Debris Flow Hazard Map Simulation using FLO-2D for Selected Areas in the Philippines

PK Ferrer (a,b), F Llanes (a,b), M dela Resma (a,b), V II Realino (a,b), J Obrique (a), RC Gacusan (a,b), IJ Ortiz (a,b), C Quina (a), D Aquino (a), RN Eco (a,b), AMF Lagmay (a,b)

(a) Nationwide Operational Assessment of Hazards, University of the Philippines, Diliman, Quezon City, Philippines
(b) National Institute of Geological Sciences, University of the Philippines, Diliman, Quezon City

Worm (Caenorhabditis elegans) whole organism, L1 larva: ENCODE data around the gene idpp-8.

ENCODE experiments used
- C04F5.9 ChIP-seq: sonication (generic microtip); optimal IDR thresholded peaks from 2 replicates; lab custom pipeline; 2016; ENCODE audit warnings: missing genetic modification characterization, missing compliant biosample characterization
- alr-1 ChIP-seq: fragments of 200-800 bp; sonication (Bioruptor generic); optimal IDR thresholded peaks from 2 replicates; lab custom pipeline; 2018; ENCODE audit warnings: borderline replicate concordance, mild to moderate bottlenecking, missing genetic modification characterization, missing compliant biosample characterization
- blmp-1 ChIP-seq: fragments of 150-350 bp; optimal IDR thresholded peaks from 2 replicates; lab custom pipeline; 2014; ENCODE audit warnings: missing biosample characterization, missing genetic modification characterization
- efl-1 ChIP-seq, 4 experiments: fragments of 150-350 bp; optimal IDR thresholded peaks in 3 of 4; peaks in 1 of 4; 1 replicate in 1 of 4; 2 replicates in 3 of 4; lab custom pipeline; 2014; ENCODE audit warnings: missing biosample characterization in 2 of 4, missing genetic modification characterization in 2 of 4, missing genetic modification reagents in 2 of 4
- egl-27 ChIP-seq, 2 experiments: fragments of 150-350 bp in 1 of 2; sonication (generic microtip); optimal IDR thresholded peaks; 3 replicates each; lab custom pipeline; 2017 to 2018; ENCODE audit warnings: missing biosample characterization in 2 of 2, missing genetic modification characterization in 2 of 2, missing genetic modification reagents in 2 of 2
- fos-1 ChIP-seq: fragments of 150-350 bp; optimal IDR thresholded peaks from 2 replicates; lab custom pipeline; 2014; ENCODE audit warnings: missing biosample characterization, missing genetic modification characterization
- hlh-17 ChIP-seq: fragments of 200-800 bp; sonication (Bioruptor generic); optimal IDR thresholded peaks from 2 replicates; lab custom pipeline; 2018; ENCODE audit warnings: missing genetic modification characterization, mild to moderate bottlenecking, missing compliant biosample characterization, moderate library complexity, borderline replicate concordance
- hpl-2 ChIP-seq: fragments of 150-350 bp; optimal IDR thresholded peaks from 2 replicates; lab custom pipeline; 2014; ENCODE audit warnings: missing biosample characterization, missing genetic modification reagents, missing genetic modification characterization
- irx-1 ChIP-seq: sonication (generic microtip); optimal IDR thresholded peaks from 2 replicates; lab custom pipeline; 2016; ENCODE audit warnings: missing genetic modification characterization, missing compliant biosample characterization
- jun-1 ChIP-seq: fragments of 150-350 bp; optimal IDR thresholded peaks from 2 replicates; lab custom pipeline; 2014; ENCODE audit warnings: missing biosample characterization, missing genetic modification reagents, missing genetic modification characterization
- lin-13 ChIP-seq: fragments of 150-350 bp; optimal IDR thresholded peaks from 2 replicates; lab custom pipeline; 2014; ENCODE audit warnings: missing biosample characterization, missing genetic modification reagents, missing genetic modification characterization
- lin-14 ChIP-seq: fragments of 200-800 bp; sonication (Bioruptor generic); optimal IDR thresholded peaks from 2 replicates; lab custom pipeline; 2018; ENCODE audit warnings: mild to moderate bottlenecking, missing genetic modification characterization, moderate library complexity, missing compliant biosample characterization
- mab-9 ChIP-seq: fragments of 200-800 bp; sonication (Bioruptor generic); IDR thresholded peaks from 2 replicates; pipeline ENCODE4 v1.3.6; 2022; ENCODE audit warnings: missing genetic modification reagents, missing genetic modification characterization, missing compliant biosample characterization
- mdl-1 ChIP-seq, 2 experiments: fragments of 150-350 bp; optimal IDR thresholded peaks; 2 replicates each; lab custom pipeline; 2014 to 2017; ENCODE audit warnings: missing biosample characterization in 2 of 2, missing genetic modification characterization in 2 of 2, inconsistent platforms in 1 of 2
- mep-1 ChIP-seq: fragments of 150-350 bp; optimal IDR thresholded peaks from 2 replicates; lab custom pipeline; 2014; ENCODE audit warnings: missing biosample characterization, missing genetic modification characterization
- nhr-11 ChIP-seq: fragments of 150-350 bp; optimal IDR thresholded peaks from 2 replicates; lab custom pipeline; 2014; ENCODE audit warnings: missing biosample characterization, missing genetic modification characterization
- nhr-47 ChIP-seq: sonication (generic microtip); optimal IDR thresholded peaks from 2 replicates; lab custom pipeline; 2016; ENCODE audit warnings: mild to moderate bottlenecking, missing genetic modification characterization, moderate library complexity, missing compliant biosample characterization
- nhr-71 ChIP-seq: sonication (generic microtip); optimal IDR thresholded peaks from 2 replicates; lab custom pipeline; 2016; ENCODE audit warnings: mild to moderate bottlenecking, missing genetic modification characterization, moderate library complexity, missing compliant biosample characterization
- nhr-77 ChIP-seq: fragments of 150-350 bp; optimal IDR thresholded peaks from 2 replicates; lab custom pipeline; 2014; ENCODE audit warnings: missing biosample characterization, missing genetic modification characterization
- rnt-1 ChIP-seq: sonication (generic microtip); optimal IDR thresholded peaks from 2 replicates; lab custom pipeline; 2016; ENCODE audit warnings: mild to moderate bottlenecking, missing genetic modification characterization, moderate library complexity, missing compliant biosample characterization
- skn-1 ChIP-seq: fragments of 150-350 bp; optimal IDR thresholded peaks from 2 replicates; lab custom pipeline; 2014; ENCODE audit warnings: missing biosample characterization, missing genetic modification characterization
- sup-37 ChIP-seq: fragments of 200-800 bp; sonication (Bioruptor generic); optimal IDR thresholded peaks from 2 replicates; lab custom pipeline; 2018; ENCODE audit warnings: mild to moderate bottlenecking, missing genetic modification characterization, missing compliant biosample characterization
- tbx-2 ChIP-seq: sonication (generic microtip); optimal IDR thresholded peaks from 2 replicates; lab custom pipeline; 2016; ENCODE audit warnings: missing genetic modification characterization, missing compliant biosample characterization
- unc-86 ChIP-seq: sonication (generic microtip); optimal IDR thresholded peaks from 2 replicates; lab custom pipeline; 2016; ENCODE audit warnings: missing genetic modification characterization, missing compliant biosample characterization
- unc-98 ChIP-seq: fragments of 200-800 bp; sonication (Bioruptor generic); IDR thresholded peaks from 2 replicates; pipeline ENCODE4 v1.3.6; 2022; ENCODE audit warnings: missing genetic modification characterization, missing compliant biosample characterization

On December 4, 2012, Super Typhoon Bopha wreaked havoc in the southern region of Mindanao, leaving 1,067 people dead and causing USD 800 million worth of damage. Classified as a Category 5 typhoon by the Joint Typhoon Warning Center (JTWC), Bopha brought intense rainfall and strong winds that triggered landslide and debris flows, particularly in Barangay (village) Andap, New Bataan municipality, in the southern Philippine province of Compostela Valley. The debris flow destroyed school buildings and covered courts and an evacuation center. Compostela Valley also suffered the most casualties of any province; 612 out of a total 1,067. In light of the disaster in Compostela, measures were immediately devised to improve available geohazard maps to raise public awareness about landslides and debris flows. A debris flow is a very rapid to extremely rapid flow of saturated non- plastic debris in a steep channel. They are generated when heavy rainfall saturates sediments, causing them to flow down river channels within an alluvial fan situated at the base of the slope of a mountain drainage network. Many rural communities in the Philippines, such as Barangay Andap, are situated at the apex of alluvial fans and in the path of potential debris flows. In this study, we conducted simulations of debris flows to assess the risks in inhabited areas throughout the Philippines and validated the results in the field, focusing on the provinces of Pangasinan and Aurora as primary examples. Watersheds that drain in alluvial fan using a 10-m resolution Synthetic Aperture Radar (SAR)-derived Digital Elevation Model (DEM) was first delineated, and then a 1 in 100-year rain return rainfall scenario for the watershed was used to simulate debris flows using FLO-2D, a flood routing software. The resulting simulations were used to generate debris flow hazard maps which are consistent with danger zones in alluvial fans delineated previously from satellite imagery and available DEMs. The simulation was further verified with field assessment. Results show that a total of 135 barangays with 252,405 people in Pangasinan and 25 barangays with 34,495 people in Aurora are at risk of flood and debris flows.